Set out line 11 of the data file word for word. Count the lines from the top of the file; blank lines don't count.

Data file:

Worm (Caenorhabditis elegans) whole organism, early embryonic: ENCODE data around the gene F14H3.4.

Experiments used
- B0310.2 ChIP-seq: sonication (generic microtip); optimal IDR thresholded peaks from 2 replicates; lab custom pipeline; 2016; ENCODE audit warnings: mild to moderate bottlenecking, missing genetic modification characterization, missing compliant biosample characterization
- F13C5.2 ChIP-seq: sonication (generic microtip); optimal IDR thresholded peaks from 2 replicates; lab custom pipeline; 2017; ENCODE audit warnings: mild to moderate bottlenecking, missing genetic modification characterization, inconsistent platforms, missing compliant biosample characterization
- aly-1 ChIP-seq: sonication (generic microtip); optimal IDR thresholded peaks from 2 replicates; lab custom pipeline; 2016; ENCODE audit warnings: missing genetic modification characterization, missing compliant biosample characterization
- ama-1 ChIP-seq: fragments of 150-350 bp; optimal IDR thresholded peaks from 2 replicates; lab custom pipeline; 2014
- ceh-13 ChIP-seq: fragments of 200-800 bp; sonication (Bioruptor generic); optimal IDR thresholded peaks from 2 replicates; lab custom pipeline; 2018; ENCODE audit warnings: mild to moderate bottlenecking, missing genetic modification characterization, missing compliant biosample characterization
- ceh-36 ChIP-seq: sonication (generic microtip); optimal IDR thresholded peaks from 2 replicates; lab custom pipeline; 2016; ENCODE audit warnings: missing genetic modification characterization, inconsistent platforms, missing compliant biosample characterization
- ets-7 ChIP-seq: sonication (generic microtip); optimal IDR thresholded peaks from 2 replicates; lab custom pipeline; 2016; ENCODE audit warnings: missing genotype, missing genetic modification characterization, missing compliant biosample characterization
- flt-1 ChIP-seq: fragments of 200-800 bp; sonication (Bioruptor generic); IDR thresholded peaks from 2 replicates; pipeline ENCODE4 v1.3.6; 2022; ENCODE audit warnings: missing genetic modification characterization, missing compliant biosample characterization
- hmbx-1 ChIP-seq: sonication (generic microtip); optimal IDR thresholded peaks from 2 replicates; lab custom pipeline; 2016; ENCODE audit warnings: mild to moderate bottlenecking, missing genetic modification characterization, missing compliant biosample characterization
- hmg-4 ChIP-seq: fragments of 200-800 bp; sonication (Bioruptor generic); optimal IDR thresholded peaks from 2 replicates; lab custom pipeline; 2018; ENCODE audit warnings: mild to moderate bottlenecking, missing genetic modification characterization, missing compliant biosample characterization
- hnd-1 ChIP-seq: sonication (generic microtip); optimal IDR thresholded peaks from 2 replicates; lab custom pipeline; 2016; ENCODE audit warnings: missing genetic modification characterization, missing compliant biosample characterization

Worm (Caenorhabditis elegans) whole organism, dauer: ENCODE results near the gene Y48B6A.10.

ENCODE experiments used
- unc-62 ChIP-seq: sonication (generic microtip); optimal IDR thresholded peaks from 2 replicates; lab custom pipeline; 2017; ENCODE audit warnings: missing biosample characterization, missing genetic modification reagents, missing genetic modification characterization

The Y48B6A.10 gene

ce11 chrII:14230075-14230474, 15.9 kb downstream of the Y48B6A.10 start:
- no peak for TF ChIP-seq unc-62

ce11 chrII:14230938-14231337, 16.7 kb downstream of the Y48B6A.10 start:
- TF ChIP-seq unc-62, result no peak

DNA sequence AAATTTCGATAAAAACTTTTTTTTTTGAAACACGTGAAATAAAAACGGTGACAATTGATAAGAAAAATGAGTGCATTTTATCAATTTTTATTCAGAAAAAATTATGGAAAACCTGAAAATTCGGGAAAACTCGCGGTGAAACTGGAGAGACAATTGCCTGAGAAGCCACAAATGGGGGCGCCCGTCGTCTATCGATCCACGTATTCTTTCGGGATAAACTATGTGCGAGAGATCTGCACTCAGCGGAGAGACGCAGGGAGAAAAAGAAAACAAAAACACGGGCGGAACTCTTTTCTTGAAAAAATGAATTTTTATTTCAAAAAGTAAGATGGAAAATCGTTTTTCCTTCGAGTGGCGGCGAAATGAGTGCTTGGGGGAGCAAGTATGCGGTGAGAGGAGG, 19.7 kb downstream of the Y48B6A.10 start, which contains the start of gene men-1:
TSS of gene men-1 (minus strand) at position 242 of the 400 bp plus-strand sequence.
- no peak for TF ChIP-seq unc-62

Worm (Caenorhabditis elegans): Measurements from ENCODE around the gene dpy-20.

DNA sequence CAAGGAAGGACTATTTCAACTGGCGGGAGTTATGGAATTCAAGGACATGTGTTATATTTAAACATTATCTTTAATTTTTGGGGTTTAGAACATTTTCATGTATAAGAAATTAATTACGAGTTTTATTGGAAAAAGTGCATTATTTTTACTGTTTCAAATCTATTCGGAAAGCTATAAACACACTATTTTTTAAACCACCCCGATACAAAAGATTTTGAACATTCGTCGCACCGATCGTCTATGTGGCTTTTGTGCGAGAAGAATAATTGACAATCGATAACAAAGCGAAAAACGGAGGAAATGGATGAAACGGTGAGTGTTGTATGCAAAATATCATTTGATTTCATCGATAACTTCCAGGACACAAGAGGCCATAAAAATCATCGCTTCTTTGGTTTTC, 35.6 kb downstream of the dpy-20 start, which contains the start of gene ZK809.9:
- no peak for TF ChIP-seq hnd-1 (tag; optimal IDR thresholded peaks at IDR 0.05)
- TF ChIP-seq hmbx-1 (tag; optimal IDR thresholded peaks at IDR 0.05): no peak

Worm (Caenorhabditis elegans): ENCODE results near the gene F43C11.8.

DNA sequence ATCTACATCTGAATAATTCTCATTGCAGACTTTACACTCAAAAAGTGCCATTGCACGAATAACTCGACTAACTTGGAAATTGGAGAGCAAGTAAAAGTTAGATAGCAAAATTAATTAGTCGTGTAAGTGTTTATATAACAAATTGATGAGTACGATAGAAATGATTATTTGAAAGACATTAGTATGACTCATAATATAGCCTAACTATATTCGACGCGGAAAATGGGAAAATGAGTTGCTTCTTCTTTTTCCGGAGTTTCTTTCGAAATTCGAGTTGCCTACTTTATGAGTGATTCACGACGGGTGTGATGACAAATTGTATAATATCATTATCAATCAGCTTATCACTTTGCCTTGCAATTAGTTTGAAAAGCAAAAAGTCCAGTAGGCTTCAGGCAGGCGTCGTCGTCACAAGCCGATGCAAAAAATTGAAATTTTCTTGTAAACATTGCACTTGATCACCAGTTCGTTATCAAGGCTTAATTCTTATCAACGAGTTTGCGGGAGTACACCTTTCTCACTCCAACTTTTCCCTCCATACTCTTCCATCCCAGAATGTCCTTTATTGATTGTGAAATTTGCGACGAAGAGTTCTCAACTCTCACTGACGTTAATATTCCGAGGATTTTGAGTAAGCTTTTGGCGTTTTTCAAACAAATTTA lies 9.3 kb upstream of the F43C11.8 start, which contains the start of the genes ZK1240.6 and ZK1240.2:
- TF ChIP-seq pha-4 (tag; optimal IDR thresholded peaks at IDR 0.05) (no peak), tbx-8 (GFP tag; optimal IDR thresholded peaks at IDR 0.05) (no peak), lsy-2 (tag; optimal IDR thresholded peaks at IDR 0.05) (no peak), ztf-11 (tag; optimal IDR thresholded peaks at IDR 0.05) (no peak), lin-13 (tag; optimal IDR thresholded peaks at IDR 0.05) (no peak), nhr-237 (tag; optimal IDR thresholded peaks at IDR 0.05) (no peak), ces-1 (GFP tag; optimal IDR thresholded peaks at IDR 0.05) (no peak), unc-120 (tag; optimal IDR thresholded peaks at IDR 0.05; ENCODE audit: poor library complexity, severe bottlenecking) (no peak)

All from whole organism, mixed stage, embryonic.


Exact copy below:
- hmbx-1 ChIP-seq: sonication (generic microtip); optimal IDR thresholded peaks from 2 replicates; lab custom pipeline; 2016; ENCODE audit warnings: mild to moderate bottlenecking, missing genetic modification characterization, missing compliant biosample characterization